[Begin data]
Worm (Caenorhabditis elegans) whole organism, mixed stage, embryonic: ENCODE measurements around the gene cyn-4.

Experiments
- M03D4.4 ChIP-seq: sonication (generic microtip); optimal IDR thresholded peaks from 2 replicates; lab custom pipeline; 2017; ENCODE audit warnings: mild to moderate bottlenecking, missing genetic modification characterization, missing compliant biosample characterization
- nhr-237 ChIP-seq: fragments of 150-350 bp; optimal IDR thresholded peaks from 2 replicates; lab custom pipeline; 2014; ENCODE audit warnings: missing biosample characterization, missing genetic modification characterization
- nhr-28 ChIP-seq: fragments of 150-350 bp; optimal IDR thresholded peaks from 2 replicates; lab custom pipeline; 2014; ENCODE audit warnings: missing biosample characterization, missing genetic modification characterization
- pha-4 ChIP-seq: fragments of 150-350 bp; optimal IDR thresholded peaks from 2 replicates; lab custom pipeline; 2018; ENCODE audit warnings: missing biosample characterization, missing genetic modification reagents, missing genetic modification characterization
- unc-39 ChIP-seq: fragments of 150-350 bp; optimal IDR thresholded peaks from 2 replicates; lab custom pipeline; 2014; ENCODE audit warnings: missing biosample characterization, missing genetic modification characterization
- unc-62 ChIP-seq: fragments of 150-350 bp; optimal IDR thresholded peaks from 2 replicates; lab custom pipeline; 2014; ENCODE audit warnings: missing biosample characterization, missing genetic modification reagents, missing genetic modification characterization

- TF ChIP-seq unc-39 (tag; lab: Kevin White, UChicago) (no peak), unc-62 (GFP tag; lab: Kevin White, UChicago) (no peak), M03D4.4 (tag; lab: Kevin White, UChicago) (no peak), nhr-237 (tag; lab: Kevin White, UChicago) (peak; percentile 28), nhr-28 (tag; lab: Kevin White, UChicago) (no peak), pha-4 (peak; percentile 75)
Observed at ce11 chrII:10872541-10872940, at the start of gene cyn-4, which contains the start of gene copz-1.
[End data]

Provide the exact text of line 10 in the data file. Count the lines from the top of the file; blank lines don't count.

Observed at ce11 chrII:10872541-10872940, at the start of gene cyn-4, which contains the start of gene copz-1.